Anton Chekhov in a version by Christopher Hampton
Filter, who have created this modernised version of Chekhov's classic of yearning and unrequited love, made a tremendous impression with their inimitable interpretation of Twelfth Night.
This time, the formula fails to capture the spirit of the original, as the creative team try to do Chekhov in the manner of Shameless.
In fact until a moving dénouement, the production, directed by Sean Holmes with the company, seems more suited to television than the stage, with expressive acting but mixed messages not always clarified.
Where Louis Malle and Andre Gregory's Vanya on 42nd Street used a rehearsal motif to add a dimension to that play, this production, using modern dress and hidden microphones, as well as onstage lighting boards and technicians, has a tendency to muddy the plot as it tries to reconcile ancient with modern.
Claire Dunne (Irish accented unlike her sisters) plays the baby of the family with enthusiasm and versatility. Irina shows as much spirit at the start as her married sister Romola Garay's Masha demonstrates ennui. The latter reaction is understandable when we are introduced to her husband, Paul Brennen as Kulygin, a schoolteacher filled with bonhomie but 30 years her senior.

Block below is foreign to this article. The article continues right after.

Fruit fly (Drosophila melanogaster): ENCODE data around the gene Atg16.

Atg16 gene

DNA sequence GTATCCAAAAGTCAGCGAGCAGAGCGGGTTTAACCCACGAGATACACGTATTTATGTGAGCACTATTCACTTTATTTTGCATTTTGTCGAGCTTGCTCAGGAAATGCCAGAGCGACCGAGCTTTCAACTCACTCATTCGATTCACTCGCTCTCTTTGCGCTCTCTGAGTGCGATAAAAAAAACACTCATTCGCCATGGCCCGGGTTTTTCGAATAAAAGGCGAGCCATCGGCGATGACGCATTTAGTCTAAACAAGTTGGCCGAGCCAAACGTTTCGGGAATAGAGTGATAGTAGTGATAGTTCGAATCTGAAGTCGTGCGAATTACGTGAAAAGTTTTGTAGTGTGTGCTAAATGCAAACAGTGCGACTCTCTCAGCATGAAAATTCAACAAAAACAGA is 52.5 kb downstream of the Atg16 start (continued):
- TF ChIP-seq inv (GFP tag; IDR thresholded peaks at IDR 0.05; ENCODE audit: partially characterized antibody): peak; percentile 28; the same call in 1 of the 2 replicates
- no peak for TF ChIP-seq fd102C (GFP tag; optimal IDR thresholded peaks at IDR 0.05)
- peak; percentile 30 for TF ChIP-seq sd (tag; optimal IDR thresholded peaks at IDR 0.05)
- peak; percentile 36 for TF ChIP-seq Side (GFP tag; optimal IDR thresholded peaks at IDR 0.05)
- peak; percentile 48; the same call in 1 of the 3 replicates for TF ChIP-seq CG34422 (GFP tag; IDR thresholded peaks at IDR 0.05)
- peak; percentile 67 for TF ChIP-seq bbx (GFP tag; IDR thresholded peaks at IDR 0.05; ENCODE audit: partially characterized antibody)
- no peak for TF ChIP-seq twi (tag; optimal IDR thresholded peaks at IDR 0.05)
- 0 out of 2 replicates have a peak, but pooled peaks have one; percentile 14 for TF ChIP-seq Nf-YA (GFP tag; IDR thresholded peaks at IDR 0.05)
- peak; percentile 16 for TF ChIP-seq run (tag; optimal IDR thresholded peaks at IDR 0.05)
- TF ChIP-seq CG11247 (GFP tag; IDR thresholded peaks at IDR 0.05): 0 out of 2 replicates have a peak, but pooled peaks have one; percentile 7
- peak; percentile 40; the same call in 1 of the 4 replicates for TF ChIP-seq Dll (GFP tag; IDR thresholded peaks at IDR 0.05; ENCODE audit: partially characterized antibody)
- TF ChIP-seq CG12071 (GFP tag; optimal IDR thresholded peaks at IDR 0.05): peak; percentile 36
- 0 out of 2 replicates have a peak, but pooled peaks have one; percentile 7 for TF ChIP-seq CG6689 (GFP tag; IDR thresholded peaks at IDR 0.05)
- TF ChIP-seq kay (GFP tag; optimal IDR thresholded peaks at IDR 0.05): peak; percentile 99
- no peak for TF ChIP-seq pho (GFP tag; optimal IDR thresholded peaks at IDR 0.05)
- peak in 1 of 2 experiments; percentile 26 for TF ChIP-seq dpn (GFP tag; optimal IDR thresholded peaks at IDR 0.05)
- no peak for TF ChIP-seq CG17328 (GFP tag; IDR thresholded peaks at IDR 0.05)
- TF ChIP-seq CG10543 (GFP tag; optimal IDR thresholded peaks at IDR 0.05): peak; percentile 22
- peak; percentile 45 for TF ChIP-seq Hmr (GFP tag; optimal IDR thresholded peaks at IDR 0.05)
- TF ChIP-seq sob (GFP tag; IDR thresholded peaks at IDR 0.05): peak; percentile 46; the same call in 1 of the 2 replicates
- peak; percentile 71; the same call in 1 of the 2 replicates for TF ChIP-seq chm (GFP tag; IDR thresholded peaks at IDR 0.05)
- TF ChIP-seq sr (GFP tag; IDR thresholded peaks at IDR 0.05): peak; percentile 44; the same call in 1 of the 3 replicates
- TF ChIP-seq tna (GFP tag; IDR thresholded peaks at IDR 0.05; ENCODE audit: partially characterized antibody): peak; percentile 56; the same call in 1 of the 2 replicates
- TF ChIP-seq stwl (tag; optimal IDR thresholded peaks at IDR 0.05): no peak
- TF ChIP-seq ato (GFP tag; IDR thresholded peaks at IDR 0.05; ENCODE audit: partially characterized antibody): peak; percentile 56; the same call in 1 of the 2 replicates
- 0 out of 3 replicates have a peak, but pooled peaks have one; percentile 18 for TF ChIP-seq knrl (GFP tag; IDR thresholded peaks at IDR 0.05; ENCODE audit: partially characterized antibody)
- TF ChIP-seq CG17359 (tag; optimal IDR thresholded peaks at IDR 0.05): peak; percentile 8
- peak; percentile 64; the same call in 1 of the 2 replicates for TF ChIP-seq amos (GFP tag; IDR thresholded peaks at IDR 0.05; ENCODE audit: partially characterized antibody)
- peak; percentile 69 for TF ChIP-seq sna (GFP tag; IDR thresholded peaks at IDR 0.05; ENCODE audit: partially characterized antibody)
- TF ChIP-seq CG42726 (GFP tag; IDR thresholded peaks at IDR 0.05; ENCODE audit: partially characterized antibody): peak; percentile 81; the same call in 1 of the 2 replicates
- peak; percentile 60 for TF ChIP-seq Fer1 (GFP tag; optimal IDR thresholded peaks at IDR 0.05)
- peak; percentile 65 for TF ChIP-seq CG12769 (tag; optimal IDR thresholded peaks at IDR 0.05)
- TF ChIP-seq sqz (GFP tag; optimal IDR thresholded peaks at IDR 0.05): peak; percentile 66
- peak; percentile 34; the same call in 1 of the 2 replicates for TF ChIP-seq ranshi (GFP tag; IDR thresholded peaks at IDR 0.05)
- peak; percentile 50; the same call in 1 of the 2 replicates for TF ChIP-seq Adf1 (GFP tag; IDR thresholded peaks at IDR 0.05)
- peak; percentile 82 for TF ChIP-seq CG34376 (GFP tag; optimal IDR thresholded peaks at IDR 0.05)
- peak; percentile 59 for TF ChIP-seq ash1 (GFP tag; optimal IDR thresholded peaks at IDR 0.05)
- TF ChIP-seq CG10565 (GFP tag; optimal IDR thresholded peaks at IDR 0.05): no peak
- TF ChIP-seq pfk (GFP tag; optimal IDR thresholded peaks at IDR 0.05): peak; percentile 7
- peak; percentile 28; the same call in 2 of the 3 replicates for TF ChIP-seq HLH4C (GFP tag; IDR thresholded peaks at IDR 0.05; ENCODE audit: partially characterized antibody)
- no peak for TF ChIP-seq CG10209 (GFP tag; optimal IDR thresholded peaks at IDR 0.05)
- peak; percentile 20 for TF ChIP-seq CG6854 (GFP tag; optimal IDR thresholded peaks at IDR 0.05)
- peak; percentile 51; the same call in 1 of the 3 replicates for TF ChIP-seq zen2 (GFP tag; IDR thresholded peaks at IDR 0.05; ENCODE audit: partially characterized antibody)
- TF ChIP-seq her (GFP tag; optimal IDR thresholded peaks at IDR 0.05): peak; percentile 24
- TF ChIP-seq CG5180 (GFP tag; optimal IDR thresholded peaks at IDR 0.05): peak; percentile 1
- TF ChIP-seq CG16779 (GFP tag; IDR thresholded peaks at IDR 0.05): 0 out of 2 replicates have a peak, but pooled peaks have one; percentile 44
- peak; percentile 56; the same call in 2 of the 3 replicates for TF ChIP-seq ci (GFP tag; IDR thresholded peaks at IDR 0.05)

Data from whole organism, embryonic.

The eldest sister, Poppy Miller's Olga, is as self-effacing and martyred as their sister-in-law is awful. Gemma Saunders in the part of Natasha is irritating from the first moment and the only surprise is that, when there is a murder in town, she is not the victim.
Among a host of raggedly bearded men, Natasha's husband and the sisters' brother, Ferdy Roberts' Andrei is a hairy slob with a talent for nothing but frittering away the family fortune, while Vershinin (John Lightbody) is a large imposing man, who helps ignite a desperate Masha, at least briefly.
In a supporting role, Nigel Cooke enjoys the chance to play the lovelorn, drunken Doctor Chebutykin, a man who has never recovered from an unrequited passion for the girls' late mother.
It is at the end, that we see how all of the old guard have lost not only their birthrights but hope, symbolised by a never to be enjoyed future in far-off Moscow, the nouveau riche led by Natasha ready to take over their estates and, before too long, their country.
Do not try this experience if you are a Chekhov purist. If, on the other hand, you do not know the playwright but like classics revved up, it may have greater appeal.
Reviewer: Philip Fisher